A Pennsylvania mother says her son with autism has been “bullied by teachers,” who awarded him with a “Most Likely to Get Lost in a Crowd” certificate at the end of the school year.
“I felt very bad because I don’t think this should be given, not only to my son, not to any kid, because every kid struggles in school,” Desiree Perez told local news station WJAR.
Mom of an autistic middle school student in New Bedford is upset after her son got this superlative at the end of the year. “Most Likely to Get Lost in a Crowd” School officials are now investigating. @NBC10 @ 5:00 pic.twitter.com/3U3E9BjDoj— Brian Crandall (@nbc10_brian) June 17, 2019
Perez’s son, Kelvin, just finished the sixth grade at Normandin Middle School in New Bedford. And on his last day of school, she says she found a blue certificate sent home with her son’s end-of-the-year paperwork.
“I was looking at his report card, which was good, he got all As, Bs, and Cs," Perez told local radio station WBSM. "But when I look at the end of the paperwork, I find a [certificate] that says, 'Most Likely to Get Lost in a Crowd.' That's his award for the whole year. Everything he did all year, and that's what he got."
While Perez was furious at the award, she was thankful that Kelvin didn’t understand the message that it conveyed.
"When he read it, the first thing he said was, 'But Mom, I never get lost,'" she said. "That's how innocent these kids are. He doesn't get what they were saying about him."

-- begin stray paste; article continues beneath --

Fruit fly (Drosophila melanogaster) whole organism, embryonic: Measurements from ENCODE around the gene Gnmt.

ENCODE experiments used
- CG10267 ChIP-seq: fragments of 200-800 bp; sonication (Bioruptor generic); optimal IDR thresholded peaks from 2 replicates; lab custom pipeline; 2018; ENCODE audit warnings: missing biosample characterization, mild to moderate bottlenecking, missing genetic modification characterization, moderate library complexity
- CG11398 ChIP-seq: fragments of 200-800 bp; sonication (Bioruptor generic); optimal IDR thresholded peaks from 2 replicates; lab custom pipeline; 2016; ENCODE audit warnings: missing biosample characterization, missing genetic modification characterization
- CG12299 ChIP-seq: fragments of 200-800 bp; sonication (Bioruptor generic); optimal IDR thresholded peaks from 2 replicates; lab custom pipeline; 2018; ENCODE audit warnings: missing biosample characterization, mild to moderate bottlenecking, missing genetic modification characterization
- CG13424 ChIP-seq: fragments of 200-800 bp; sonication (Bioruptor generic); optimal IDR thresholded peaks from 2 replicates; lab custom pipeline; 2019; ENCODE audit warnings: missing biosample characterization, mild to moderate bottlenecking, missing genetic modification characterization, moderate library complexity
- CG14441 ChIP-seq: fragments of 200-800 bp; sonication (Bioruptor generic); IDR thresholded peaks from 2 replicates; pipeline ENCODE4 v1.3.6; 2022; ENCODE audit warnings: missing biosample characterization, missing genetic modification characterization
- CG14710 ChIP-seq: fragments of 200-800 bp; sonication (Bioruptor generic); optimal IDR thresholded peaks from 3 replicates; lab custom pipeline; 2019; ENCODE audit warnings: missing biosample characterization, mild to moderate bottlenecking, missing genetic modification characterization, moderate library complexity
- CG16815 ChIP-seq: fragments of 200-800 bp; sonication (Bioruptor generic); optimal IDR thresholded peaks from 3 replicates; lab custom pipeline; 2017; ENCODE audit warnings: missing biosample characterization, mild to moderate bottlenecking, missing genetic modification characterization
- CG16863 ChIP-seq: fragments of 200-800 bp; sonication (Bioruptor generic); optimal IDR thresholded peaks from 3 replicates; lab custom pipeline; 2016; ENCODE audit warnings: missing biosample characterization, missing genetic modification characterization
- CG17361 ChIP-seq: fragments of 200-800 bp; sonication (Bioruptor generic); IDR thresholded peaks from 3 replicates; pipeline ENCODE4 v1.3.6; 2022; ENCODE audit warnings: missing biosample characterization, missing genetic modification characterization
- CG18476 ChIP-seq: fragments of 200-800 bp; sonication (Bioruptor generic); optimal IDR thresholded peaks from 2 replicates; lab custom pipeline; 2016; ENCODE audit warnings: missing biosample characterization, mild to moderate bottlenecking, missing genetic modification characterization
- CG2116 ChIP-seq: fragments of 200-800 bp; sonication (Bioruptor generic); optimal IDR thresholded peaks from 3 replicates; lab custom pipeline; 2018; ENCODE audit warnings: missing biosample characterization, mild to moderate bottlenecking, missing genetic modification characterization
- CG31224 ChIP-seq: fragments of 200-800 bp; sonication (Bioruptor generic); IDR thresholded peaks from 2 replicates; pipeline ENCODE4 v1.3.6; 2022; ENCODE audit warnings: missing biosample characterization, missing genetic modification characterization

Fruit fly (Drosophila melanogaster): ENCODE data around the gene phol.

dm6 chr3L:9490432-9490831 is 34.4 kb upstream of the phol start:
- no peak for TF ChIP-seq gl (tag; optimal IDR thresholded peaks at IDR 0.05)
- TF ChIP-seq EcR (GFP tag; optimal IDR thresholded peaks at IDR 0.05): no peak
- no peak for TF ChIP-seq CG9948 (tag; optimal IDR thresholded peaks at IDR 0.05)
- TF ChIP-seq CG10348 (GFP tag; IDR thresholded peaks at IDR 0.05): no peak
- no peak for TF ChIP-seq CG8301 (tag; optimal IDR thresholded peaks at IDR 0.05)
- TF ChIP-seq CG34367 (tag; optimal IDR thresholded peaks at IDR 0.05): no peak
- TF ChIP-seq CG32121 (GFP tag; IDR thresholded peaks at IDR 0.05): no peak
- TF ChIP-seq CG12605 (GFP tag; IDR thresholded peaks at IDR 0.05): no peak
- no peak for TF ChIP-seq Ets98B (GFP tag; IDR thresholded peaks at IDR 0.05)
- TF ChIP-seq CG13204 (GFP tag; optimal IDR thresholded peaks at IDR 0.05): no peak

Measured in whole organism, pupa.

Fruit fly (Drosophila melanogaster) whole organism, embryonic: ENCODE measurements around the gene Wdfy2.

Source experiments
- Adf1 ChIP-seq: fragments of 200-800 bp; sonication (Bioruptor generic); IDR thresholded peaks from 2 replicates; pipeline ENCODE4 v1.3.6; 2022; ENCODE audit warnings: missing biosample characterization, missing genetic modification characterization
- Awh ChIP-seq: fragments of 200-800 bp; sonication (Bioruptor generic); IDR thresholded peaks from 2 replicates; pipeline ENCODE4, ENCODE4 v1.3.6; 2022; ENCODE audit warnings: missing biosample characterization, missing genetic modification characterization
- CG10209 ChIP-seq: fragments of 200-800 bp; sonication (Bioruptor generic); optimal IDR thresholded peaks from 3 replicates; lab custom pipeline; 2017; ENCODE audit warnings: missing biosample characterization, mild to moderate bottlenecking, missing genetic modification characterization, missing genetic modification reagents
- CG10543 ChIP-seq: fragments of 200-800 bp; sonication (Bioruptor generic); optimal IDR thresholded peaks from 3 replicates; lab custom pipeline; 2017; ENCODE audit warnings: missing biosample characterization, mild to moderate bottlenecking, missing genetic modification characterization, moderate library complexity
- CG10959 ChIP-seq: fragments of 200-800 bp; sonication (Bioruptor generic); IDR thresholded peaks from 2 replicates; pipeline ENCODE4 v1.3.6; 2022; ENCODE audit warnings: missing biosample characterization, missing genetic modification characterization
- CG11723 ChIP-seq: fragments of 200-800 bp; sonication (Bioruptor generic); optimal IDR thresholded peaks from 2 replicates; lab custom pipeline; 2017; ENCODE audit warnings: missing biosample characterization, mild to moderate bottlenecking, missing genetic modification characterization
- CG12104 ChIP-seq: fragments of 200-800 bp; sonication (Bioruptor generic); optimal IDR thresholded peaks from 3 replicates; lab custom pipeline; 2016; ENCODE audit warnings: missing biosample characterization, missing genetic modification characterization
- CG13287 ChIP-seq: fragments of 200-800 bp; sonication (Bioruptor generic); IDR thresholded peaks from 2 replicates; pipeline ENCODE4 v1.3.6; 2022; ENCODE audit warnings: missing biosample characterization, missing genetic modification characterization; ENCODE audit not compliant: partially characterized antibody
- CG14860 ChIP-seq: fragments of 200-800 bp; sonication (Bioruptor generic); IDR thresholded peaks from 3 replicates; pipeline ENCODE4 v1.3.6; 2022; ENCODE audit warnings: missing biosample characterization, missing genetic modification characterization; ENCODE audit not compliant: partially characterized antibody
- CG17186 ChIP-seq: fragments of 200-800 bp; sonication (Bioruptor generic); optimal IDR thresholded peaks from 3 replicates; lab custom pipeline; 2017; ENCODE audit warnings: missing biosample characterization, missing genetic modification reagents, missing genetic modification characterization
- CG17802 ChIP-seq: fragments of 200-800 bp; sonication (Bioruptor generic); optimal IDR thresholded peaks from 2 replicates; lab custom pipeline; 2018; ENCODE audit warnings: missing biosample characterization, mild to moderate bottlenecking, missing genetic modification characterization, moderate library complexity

Still, Perez believes the award is a “type of bullying by the teachers.” She was especially surprised when she read the “disrespectful” superlative signed with “love” from a group of teachers, including Kelvin’s.
“I found it disrespectful because she knows more than anybody that I struggle a lot with my son,” said Perez. "He didn't even talk until he was 7 years old. He's been through a lot, and people don't get that. They don't get what he's gone through and what I've gone through."
According to reports from WBSM, Perez has been fighting with Individual Education Plan workers to make accommodations for his autism, to no avail. On top of that, she says Kelvin has been the victim of bullying by fellow students, none of whom, according to Perez, were ever disciplined for their actions.
After Perez expressed her outrage, she met with the school principal, who apologized for the incident — though he said no further action could be taken, since teachers had already left for vacation.
However, Perez said she wants more than just an apology— she wants the teachers to learn their lesson, adding, “They should only give positive awards. These kids struggle every day with what they have to go through."
New Bedford superintendent Thomas Anderson also issued an apology to Perez upon hearing of the situation, and is making sure to work with school administrators and staff to prevent incidents like this happening in the future.
“We expressed our sincere apologies to our student and his family,” Anderson tells Yahoo Lifestyle in a statement. “This situation further highlights the need for us to continue our work around communication and remain in a cycle of continuous learning and improvement. I am confident that we will continue to grow and evolve into our best selves to support all of our students.”
According to a New Bedford Public School spokesperson, the district immediately launched an inquiry upon hearing of Perez’s complaint. Meanwhile, all of the district administrators are attending a two-day workshop on equity “to strengthen our understanding of all students, their families and the overall community.”
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